HE funding: past, present and options for the future
Higher education (HE) in England has been subject to near-constant reform over the past two decades. The most notable of these was the 2012 trebling of tuition fees to £9,000. HE is an area where England is a genuine world leader having long boasted several of the world’s finest universities, yet that position is increasingly under threat from increased global competition. Understanding the impact of various reforms on government, universities and students is therefore crucial.
Previous IFS research has evaluated the 2012 reform, finding that it increased overall graduate contributions considerably but actually reduced lifetime repayments for those in the bottom third of the graduate lifetime earnings distribution.
In this briefing note we use the IFS HE finance model to provide up-to-date estimates of the long-run cost of undergraduate loans to the government taking into account these recent changes. We consider the impact of the 2012 reform and the changes since 2012 separately by estimating the long-run government loan subsidy (the ‘RAB charge’) and the overall long-run cost to government for the 2017 cohort of students under three different HE finance systems (the ‘2011 system’, the ‘2012 system’ and the ‘2017 system’).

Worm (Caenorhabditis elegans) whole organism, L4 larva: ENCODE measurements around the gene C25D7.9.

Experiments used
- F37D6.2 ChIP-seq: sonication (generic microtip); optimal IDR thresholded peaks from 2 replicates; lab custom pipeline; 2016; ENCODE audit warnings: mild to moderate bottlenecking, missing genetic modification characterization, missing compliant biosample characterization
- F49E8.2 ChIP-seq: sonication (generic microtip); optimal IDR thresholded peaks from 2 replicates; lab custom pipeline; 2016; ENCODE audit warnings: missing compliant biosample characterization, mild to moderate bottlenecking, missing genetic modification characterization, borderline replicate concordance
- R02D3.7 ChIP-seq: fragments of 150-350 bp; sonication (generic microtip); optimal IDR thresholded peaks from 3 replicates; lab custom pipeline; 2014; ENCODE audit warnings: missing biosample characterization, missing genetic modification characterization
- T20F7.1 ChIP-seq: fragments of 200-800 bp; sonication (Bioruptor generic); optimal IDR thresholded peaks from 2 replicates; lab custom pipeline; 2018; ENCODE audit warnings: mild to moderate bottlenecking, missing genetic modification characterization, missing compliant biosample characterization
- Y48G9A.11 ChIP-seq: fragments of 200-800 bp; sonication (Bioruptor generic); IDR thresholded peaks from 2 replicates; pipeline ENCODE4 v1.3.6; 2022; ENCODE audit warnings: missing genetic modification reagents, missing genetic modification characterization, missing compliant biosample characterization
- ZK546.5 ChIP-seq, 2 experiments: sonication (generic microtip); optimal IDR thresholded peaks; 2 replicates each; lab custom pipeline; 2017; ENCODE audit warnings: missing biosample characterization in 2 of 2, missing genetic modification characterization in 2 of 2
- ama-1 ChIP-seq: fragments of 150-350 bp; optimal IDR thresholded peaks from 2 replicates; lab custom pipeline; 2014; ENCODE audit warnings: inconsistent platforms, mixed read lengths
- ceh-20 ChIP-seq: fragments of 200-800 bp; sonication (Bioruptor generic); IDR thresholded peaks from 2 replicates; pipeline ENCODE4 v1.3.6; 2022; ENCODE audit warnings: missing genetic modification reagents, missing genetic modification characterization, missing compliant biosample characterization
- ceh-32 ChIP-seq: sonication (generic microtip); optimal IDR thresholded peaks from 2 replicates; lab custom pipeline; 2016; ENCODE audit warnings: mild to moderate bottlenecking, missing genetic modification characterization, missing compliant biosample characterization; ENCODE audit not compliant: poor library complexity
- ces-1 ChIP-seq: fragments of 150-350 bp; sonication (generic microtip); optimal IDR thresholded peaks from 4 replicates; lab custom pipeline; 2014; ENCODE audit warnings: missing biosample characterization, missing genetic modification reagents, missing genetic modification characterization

We also consider the system from the point of view of students, showing debt on graduation, ‘cash-in-pockets’ for students at university, and graduates’ lifetime loan repayments. We highlight the role of recent reforms, further freezes to the thresholds at which loan repayments are made, and the use of the positive real interest rates. To complete the picture for the changes since 2011, we focus on the status of university finances, highlighting the impact of recent reforms on the relative incentives to provide courses in different subjects. Finally, we consider some policy options, qualitatively outlining the potential impact of various reforms on the system of HE finance in England.